BAGHDAD, Iraq (CNN) -- A few months ago, it seemed liked nothing could stop Iraqi sprinter Dana Hussain from representing her country in the upcoming Summer Olympics.
Iraqi sprinter Dana Hussain was devastated to learn she could not participate in the Beijing Summer Olympics.
Then, the International Olympic Committee banned Iraq from competing because of what it says is the government's political interference in sports.
Hussain cried for hours after hearing the news, which arrived in the form of a letter to Iraqi officials.
"She hasn't stopped. It's like finding out that a close relative has died," said her coach, Yousif Abdul Rahman.
Abdul Rahman attempted to console Hussain by assuring her that she could compete in the 2012 Olympics. Watch Hussain react to the news »
"In this horrible situation," she said, "who can say I'll even be alive in 2012?"
CNN received a copy of the letter sent to Jassim Mohammed Jaffer, Iraqi minister of youth and sports, and Ali Mohsen Ismail, acting secretary general of the Iraqi general secretariat of the Council of Ministers.
"We deeply regret this outcome, which severely harms the Iraqi Olympic and Sports Movement and the Iraqi athletes, but which is unfortunately imposed by the circumstances," said the letter, signed by two IOC officials. Watch an official explain the decision »
The move stems from an Iraqi government decision in May to suspend the nation's Olympic Committee and form a temporary committee to handle its duties.
The Iraqi government thought the committee had not been operating properly and as a result undermined the sporting movement there.
The government said the original committee held meetings without quorums and had officials serving in one-year posts for more than five years. Many of the officials also lived outside Iraq, the government said. iReport.com: See a cartoonist's take on the decision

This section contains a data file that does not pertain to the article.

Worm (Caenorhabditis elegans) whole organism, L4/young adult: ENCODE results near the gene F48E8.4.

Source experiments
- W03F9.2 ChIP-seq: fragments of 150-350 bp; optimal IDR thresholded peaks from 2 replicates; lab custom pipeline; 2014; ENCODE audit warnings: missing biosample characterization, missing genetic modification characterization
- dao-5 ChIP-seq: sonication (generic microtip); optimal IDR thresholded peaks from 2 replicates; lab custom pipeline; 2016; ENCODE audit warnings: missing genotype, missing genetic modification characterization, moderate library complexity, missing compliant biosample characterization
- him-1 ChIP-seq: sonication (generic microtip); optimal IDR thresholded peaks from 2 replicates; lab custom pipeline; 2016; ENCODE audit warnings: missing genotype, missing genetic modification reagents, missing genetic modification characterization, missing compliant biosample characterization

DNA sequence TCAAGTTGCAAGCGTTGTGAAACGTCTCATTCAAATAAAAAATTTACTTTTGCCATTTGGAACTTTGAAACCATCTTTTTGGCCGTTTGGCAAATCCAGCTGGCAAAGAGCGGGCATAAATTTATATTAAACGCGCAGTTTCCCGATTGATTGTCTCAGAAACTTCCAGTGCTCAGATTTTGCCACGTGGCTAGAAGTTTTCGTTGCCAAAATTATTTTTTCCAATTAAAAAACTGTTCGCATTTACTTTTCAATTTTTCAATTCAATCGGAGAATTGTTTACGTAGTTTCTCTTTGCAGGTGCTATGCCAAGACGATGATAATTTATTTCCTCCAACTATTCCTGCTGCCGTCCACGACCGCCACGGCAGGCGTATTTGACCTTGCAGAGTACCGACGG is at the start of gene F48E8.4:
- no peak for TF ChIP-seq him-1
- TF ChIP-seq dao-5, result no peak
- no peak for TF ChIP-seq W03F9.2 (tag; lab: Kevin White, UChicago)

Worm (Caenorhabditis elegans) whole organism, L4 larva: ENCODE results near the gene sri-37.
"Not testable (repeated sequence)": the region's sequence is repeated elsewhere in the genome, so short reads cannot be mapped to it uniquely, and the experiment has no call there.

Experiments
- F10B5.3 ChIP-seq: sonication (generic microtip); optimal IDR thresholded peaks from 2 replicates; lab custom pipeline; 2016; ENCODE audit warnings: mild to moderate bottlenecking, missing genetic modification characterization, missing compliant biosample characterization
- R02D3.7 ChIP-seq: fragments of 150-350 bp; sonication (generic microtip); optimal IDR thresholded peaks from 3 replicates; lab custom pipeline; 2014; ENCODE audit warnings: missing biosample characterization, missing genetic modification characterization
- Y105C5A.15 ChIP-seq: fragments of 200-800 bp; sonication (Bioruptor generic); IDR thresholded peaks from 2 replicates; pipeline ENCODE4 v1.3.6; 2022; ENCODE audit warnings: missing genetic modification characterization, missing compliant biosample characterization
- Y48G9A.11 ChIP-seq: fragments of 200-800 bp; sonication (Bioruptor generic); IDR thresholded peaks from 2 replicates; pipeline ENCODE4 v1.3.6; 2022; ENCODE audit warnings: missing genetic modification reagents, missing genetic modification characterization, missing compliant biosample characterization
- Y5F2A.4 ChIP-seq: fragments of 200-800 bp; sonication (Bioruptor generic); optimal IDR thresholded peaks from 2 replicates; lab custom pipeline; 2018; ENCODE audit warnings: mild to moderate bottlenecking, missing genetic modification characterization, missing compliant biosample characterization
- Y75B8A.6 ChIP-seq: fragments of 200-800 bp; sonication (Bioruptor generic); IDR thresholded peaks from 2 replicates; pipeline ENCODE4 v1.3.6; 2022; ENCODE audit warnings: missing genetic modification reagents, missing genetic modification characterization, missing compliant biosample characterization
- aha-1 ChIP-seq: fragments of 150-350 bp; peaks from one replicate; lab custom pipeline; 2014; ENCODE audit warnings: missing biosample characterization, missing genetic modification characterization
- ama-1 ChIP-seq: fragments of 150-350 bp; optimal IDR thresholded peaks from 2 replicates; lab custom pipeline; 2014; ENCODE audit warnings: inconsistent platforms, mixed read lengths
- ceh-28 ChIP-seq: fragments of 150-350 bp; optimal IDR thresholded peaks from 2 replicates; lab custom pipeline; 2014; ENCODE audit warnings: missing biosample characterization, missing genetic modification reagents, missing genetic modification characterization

Emmanuelle Moreau, a spokeswoman for the International Olympic Committee, said it suspended Iraq's national Olympic Committee in June after the government removed elected officials and put in people the IOC didn't recognize.
She said the IOC proposed to the Iraqi government that officials come to the organization's headquarters in Lausanne, Switzerland, "to discuss possible solutions."
But she said they didn't respond. "We're extremely disappointed with the situation. The athletes have been ill-served by the government in Iraq," she said.
Moreau said Iraq missed a Wednesday deadline for the entry of athletes to compete in archery, judo, rowing and weightlifting. Watch a historian discuss the Olympics in Iraq under Saddam Hussein »
She said there is a chance that track and field athletes could compete if the original committee is reinstated. The deadline for the track team to register is at the end of the month. The Games begin August 8.
A former official from the disbanded Iraq Olympic Committee said the IOC's decision was justified because the government interfered with the national committee by suspending it.
The former official spoke on condition of anonymity because of the sensitivity of the subject.
He said he believed that the government suspended the committee out of "jealousy."
The national committee was making great strides, and the government, namely the Ministry of Youth and Sports, wanted control of it, he said.
The seven Iraqi athletes who were to travel to China for the Games' start in August are disappointed by the decision, officials said. They include an archer, a weightlifter, a judoka, two rowers and two sprinters, one of whom is Dana Hussain.
Her coach called the decision unfair and said he blames "everyone": the Iraqi government and the Iraqi and International Olympic committees.
In the end, Abdul Rahman said, the athletes are paying the price.
"It's a shame after all the efforts, ambitions, risks and dangers," he said.
"I wish from the bottom of my heart they would reconsider this unjust decision for the sake of the athletes."
CNN's Mohammed Tawfeeq and Jomana Karadsheh contributed to this report.